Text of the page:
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Specific strength training compared with interdisciplinary counseling for girls with tension-type headache : A randomized controlled trial

Tornøe, Birte LU ; Andersen, Lars L.; Skotte, Jørgen H.; Jensen, Rigmor; Jensen, Claus; Madsen, Bjarne K.; Gard, Gunvor LU ; Skov, Liselotte and Hallström, Inger LU (2016) In Journal of Pain Research 9. p.257-270
Abstract

Background: Childhood tension-type headache (TTH) is a prevalent and debilitating condition for the child and family. Low-cost nonpharmacological treatments are usually the first choice of professionals and parents. This study examined the outcomes of specific strength training for girls with TTH. Methods: Forty-nine girls aged 9–18 years with TTH were randomized to patient education programs with 10 weeks of strength training and compared with those who were counseled by a nurse and physical therapist. Primary outcomes were headache frequency, intensity, and duration; secondary outcomes were neck–shoulder muscle strength, aerobic power, and pericranial tenderness, measured at baseline, after 10 weeks intervention, and at 12 weeks... (More)

Background: Childhood tension-type headache (TTH) is a prevalent and debilitating condition for the child and family. Low-cost nonpharmacological treatments are usually the first choice of professionals and parents. This study examined the outcomes of specific strength training for girls with TTH. Methods: Forty-nine girls aged 9–18 years with TTH were randomized to patient education programs with 10 weeks of strength training and compared with those who were counseled by a nurse and physical therapist. Primary outcomes were headache frequency, intensity, and duration; secondary outcomes were neck–shoulder muscle strength, aerobic power, and pericranial tenderness, measured at baseline, after 10 weeks intervention, and at 12 weeks follow-up. Health-related quality of life (HRQOL) questionnaires were assessed at baseline and after 24 months. Results: For both groups, headache frequency decreased significantly, P=0.001, as did duration, P=0.022, with no significant between-group differences. The odds of having headache on a random day decreased over the 22 weeks by 0.65 (0.50–0.84) (odds ratio [95% confidence interval]). For both groups, neck extension strength decreased significantly with a decrease in cervicothoracic extension/flexion ratio to 1.7, indicating a positive change in muscle balance. In the training group, shoulder strength increased ≥10% in 5/20 girls and predicted VO2max increased ≥15% for 4/20 girls. In the training group, 50% of girls with a headache reduction of ≥30% had an increase in VO2max >5%. For the counseling group, this was the case for 29%. A 24-month follow-up on HRQOL for the pooled sample revealed statistically significant improvements. Fifty-five percent of the girls reported little to none disability. Conclusion: The results indicate that both physical health and HRQOL can be influenced significantly by physical exercise and nurse counseling. More research is needed to examine the relationship between physical exercise, VO2max, and TTH in girls. Thus, empowering patient education to promote maximum possible outcomes for all children needs more attention.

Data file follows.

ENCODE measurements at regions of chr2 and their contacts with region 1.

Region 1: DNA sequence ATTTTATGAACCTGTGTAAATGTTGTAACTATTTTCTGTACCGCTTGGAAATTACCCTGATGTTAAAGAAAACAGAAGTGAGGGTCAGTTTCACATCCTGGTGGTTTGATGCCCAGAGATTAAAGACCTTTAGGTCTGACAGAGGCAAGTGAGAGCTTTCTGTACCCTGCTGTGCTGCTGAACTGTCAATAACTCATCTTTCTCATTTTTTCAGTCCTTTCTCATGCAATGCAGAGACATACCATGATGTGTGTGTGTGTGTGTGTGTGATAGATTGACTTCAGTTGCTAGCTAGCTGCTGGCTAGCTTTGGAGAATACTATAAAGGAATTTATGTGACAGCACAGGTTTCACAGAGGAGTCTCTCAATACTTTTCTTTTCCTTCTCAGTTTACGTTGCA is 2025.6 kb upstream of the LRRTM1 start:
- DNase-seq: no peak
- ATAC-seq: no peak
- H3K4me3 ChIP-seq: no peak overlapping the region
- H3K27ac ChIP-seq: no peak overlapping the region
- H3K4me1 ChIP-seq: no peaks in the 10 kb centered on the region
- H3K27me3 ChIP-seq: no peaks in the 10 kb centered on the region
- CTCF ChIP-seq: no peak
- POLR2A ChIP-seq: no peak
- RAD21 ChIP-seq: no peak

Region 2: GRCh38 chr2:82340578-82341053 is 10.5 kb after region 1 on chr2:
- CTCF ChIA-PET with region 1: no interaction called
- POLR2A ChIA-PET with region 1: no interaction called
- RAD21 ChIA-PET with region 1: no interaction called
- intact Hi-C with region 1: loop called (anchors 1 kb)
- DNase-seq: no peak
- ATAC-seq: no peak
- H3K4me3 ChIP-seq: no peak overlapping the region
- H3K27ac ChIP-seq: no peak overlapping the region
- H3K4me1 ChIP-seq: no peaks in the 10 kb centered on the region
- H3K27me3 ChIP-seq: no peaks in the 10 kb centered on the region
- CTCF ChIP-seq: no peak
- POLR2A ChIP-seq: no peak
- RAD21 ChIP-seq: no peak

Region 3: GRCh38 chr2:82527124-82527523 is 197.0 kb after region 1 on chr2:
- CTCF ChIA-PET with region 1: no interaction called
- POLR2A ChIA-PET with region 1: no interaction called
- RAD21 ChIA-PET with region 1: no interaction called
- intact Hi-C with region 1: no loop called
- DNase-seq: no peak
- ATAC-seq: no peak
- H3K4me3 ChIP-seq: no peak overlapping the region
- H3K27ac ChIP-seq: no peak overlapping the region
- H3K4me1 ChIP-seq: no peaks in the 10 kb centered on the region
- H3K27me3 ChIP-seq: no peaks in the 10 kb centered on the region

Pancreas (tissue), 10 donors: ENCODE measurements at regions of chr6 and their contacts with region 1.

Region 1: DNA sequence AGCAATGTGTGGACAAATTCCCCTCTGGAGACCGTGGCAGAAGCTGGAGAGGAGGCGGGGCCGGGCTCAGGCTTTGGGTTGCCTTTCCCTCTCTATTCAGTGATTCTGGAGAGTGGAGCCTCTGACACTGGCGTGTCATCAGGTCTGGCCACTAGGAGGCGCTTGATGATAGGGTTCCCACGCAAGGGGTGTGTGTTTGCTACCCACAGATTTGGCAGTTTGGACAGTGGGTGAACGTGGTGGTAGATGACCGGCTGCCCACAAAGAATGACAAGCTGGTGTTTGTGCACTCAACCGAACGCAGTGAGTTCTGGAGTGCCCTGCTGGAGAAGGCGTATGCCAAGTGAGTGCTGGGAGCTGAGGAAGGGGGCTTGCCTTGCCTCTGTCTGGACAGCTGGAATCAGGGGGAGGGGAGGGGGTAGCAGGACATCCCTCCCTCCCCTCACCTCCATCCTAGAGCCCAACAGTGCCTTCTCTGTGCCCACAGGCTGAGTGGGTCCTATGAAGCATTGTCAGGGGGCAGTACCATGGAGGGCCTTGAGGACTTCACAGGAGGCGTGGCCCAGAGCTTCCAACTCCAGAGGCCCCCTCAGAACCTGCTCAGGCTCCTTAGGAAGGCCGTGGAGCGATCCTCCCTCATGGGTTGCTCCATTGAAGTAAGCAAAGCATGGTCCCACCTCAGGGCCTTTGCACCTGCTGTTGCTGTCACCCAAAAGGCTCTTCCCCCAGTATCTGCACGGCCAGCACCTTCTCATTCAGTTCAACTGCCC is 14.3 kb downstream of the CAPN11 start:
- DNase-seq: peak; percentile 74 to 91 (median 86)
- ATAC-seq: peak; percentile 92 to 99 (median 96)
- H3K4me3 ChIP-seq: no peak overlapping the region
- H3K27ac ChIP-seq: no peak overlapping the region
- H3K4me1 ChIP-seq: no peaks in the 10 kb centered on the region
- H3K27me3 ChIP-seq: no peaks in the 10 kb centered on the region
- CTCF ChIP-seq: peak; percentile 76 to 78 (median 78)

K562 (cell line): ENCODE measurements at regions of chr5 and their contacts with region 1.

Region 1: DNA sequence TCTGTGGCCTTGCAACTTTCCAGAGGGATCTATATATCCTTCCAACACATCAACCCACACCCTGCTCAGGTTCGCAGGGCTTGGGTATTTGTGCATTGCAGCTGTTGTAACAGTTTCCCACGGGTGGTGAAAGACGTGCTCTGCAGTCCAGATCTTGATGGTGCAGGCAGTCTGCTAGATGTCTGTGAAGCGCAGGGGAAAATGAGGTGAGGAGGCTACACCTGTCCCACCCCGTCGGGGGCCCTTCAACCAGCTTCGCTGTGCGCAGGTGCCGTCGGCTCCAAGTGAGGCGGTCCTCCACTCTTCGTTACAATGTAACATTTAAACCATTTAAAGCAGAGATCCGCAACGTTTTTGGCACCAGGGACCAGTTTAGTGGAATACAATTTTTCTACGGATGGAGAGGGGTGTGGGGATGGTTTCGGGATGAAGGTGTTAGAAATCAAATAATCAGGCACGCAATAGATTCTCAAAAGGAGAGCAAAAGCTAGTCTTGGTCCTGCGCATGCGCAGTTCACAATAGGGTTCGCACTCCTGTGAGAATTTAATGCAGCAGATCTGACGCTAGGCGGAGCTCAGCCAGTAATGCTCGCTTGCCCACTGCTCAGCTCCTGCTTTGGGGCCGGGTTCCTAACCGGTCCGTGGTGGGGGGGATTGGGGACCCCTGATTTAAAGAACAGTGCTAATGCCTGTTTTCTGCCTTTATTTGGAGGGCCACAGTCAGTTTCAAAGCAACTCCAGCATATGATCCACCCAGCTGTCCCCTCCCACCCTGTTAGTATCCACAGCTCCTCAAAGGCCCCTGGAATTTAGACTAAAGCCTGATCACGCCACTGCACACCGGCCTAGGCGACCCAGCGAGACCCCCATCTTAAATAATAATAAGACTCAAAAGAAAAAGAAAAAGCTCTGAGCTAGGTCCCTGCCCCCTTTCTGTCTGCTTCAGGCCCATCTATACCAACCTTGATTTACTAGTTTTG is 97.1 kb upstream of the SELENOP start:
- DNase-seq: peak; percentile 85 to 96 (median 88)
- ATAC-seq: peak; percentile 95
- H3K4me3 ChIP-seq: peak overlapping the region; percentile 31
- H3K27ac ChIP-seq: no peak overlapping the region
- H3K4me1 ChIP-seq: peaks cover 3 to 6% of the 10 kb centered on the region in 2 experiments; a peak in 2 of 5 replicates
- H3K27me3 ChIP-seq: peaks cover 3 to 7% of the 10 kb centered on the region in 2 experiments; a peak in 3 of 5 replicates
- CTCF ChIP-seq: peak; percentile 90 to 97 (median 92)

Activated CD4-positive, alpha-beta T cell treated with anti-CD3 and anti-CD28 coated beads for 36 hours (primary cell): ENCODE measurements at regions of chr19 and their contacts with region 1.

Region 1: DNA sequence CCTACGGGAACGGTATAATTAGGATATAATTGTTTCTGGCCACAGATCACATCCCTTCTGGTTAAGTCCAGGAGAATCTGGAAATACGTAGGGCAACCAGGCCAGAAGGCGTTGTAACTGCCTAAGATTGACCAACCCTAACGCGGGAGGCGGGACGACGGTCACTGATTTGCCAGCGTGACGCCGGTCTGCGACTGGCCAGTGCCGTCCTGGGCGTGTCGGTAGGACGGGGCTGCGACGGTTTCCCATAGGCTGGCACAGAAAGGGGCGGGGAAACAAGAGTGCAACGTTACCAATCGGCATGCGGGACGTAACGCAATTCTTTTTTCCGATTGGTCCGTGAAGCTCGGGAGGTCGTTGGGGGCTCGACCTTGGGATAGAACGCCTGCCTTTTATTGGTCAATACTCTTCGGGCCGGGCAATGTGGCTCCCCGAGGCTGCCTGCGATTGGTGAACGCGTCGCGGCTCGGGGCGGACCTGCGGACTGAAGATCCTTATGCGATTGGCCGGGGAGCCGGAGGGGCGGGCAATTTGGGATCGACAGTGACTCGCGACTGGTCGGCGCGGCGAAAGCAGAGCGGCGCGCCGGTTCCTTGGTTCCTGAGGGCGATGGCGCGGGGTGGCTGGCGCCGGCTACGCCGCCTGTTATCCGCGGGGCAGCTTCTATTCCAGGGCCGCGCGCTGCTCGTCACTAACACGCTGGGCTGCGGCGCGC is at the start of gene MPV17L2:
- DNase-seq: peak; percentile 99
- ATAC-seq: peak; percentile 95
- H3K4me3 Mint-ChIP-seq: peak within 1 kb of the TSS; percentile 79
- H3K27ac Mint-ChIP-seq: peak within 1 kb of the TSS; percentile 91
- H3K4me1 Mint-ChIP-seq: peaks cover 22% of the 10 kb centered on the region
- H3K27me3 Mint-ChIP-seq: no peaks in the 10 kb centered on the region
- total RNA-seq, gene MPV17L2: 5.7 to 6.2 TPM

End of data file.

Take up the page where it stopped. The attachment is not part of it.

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author
organization
publishing date
type
Contribution to journal
publication status
published
subject
keywords